Paddy Offends Willie, 1957

From Patrick Leigh Fermor: An Adventure, by Artemis Cooper (New York Review Books, 2013), Kindle loc. 5015ff.

Ann [Fleming] had been invited to stay at the Villa Mauresque on Cap Ferrat by Somerset Maugham, then in his eighties and living in retirement with his partner, Alan Searle. On her arrival she found a letter from Paddy, urging her to arrange an invitation. Paddy was duly invited to lunch, and arrived (according to Ann) with ‘five cabin trunks’ (according to Paddy, all he had was one zippered holdall), ‘parcels of books and the manuscript of his unfinished work on Greece strapped in a bursting attaché case’. Paddy made himself very agreeable at lunch. He and Maugham exchanged memories of the King’s School, Canterbury, and Maugham asked him to stay on for a few days. All went well until dinner that night.

Maugham had lived with a pronounced stammer since childhood. In his novel Of Human Bondage, which deals with the misery of his schooldays, the stammer is turned into a limp. Paddy knew the book and had been hearing the stammer all day, but neither sufficed to stop him from putting his foot in it. The first jokey reference to stuttering passed without comment, but the second was more serious. Maugham had just staggered through a sentence to the effect that all the gardeners had taken the day off because it was the Feast of the Assumption. At this point, Paddy recalled being in the Louvre in front of a painting of the event, with his friend Robin Fedden (who also had trouble getting his words out): ‘and Robin turned to me and said “Th-th-that’s what I c-c-call an un-w-w-warrantable assumption.” There was a moment’s silence – the time needed for biting one’s tongue out.’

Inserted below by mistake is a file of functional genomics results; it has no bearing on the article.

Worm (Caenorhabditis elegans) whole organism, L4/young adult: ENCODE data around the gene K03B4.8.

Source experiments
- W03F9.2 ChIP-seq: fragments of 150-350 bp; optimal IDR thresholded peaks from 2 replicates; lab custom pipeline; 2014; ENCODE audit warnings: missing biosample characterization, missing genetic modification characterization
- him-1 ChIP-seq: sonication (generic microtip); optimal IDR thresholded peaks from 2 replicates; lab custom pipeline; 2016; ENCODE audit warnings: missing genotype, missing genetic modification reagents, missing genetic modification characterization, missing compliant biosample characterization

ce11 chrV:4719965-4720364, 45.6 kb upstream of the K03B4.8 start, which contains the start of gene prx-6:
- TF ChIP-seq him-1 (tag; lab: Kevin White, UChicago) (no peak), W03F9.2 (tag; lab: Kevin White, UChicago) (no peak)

The evening was wrecked. When the other guests left, Maugham turned to Paddy and said, ‘G-goodbye, you will have left by the time I am up in the morning.’ After their host had retired, Ann described Paddy breaking the silence with a cry of anguish, as he slammed his whisky glass on the table ‘where it broke to pieces and showered a valuable carpet with blood and splinters’. Ann helped Paddy pack the following morning, and as he picked up his bag and walked to the door, Paddy heard ‘a sound like an ogre’s sneeze’. The monogrammed linen sheet had caught in the zip, leaving a great tear a yard long.

Ann Fleming and Diana Cooper, who was staying nearby, persuaded Maugham to have Paddy back to lunch to make up. ‘It was really a gasbag’s penance and I, having learnt the hard way, vouchsafed no more than a few syllables.’ Maugham was perfectly polite, but he had had enough of Paddy. He was later heard to describe him as ‘that middle-class gigolo for upper-class women’.

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